Apple's control over the App Store now 'completely unsustainable,' says Spotify CEO

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Comments

  • Reply 41 of 49
    AppleZuluAppleZulu Posts: 2,091member
    How is this different than the Microsoft IE vs Netscape battles of the 90's. I think in Europe today Apple is even more likely to come out on the bottom here but I may be missing something.  
    Netscape wasn’t using Microsoft for secure distribution of their application (for free) or using Microsoft’s secure, in-app point of sale system to generate revenue from digital content and then demanding that Microsoft provide that for free as well. 

    Also, Apple doesn’t have a stranglehold on the OS market such that they could prevent Spotify from reaching most of their customers. 
    edited March 2019 watto_cobra
  • Reply 42 of 49
    Ronald van den BRonald van den B Posts: 2unconfirmed, member
    Spotify has an absolute point under European law. It is comparable to a telecom that owns an infrastructure and provides the services. They are obliged to allow competitors on their wires and can't create an unfair advantage. They can make money on those services, but even that is regulated. So I can see the verdict going towards Spotify (and others).
    avon b7
  • Reply 43 of 49
    AppleZuluAppleZulu Posts: 2,091member
    Of course, I wouldn't be surprised if it's the case that Spotify's internal data shows that 1) its iOS users are more likely to switch to paid subscriptions than users on other platforms, and 2) iOS users who can subscribe via Apple's in-app system (or could, before Spotify dropped out of that system) are the most likely of all to sign up and remain as paid subscribers. So they're in a catch-22. Apple's full system is the key to their most lucrative customers, and those customers come at a price that must be paid to Apple.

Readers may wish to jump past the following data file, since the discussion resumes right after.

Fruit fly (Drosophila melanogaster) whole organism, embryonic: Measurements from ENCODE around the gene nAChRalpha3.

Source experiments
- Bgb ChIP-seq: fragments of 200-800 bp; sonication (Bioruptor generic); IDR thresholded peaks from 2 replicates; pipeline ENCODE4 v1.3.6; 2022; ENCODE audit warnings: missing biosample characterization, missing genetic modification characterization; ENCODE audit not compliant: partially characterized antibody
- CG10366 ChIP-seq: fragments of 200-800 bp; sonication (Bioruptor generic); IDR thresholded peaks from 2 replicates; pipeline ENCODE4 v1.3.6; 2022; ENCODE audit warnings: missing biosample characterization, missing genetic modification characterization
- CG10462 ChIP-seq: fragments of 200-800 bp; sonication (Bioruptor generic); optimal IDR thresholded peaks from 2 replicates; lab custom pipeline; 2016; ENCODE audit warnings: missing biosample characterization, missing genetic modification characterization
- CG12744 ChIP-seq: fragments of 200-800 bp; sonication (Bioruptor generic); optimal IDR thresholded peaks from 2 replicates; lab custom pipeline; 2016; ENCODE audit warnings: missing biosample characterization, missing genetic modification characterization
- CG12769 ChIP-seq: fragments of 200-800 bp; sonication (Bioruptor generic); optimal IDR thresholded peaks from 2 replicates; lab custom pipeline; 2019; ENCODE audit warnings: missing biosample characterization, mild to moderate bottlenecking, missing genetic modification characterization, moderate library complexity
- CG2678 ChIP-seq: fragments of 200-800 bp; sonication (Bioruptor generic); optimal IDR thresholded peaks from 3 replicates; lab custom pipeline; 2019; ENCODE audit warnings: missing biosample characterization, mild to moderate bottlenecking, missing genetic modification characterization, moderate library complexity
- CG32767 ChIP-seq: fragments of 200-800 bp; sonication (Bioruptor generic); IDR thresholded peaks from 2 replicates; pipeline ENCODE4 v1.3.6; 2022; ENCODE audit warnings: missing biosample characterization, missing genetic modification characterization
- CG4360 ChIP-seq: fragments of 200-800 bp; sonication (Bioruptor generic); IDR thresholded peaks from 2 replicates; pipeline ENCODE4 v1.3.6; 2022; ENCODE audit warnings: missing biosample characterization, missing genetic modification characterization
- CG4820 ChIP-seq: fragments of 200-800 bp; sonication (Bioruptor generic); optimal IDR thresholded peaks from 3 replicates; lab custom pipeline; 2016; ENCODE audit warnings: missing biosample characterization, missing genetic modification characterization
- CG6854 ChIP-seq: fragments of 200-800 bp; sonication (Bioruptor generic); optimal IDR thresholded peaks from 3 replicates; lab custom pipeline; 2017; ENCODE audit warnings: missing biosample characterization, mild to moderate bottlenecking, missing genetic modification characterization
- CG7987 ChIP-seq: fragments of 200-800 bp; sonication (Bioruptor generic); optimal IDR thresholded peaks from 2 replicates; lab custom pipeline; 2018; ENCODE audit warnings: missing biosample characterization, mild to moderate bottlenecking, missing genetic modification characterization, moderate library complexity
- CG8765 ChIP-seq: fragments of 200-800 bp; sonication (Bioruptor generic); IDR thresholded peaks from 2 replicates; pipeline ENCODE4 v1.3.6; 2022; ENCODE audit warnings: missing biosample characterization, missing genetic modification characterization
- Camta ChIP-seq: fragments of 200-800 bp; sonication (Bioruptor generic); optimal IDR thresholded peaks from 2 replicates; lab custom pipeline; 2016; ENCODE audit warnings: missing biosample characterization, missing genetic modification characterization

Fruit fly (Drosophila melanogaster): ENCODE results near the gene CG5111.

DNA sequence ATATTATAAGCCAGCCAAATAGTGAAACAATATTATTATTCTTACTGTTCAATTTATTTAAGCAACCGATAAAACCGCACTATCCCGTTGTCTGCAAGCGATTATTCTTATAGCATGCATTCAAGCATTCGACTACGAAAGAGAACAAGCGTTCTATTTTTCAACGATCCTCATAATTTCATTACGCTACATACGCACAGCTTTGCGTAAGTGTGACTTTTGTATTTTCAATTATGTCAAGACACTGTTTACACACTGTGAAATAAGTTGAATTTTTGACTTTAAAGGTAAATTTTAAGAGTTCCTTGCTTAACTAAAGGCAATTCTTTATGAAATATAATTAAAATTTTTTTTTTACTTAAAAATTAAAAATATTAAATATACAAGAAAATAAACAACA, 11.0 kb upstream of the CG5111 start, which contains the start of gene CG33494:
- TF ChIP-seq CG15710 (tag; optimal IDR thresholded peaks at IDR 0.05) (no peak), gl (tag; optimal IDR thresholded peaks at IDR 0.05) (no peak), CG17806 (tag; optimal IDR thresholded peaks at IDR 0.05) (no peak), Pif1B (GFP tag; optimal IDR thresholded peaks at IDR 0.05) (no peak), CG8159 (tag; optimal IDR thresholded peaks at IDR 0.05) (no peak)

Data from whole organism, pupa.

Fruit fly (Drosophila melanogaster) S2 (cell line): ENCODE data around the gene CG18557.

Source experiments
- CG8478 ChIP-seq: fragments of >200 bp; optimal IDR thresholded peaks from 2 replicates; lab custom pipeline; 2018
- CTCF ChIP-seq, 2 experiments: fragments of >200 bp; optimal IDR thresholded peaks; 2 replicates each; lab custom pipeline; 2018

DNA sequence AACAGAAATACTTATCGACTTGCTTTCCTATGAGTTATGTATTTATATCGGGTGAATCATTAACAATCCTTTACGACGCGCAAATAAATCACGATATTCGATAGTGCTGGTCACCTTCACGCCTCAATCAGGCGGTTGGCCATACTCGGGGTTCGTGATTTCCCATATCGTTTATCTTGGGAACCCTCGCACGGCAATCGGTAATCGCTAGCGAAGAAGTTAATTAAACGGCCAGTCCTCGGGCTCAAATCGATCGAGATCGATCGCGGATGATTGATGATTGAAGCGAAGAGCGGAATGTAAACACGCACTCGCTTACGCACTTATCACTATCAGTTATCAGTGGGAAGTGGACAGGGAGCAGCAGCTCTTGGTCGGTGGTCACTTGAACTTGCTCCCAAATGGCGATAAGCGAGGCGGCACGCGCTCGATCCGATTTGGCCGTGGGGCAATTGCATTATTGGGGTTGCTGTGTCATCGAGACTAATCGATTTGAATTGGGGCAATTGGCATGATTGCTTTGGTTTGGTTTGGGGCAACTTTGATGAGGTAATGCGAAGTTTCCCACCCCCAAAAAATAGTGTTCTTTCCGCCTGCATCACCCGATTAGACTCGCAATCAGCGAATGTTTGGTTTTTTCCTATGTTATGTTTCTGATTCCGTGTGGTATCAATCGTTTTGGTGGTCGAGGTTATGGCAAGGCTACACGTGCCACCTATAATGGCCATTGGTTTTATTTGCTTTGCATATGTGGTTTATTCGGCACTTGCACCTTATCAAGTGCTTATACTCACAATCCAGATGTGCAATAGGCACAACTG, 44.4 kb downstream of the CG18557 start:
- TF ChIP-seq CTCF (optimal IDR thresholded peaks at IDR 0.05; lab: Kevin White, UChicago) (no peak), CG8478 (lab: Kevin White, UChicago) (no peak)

edited March 2019 watto_cobra
  • Reply 44 of 49
    Ronald van den BRonald van den B Posts: 2unconfirmed, member
    Spotify has an absolute point under European law. It is comparable to a telecom that owns an infrastructure and provides the services. They are obliged to allow competitors on their wires and can't create an unfair advantage. They can make money on those services, but even that is regulated. So I can see the verdict going towards Spotify (and others).
  • Reply 45 of 49
    StrangeDaysStrangeDays Posts: 12,957member
    Ghostal said:

    I agree. Whether it be Amazon, Walmart, Microsoft or Apple, things get problematic when your company has created a marketplace / platform, but is also competing within that marketplace / platform. You can tweak the rules or and your positioning within the marketplace / platform in order to maintain a competitive advantage. This stifles innovation and it often results in crappier experiences for the customer.

    So you have a problem with every single grocery and pharmacy selling in-house clones of products, while charging the name brands slotting fees for access to shelf space? Moral outrage?
    watto_cobra
  • Reply 46 of 49